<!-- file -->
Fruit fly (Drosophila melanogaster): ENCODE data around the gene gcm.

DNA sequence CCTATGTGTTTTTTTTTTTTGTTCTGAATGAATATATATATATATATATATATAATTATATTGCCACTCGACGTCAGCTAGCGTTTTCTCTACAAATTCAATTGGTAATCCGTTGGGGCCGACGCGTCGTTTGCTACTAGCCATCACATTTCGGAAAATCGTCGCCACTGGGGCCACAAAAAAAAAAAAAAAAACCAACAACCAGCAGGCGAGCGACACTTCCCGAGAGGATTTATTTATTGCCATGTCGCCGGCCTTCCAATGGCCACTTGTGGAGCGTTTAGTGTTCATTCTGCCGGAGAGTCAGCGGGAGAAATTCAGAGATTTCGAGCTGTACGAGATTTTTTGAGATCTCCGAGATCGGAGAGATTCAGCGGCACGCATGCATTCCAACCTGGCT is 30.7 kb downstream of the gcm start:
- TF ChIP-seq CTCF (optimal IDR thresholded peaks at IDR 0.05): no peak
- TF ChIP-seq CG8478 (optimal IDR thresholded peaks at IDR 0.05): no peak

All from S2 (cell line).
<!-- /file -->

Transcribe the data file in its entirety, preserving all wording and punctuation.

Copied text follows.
Fruit fly (Drosophila melanogaster): ENCODE data around the gene gcm.

DNA sequence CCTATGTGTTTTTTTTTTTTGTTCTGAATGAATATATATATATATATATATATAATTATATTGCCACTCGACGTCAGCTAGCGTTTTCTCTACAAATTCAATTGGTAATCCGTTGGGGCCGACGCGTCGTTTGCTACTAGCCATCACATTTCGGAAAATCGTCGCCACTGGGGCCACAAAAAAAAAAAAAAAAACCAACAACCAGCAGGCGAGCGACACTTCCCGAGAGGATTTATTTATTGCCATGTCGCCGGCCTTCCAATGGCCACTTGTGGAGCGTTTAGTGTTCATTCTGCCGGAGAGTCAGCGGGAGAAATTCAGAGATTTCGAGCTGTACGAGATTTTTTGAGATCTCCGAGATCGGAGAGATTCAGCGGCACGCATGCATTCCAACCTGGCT is 30.7 kb downstream of the gcm start:
- TF ChIP-seq CTCF (optimal IDR thresholded peaks at IDR 0.05): no peak
- TF ChIP-seq CG8478 (optimal IDR thresholded peaks at IDR 0.05): no peak

All from S2 (cell line).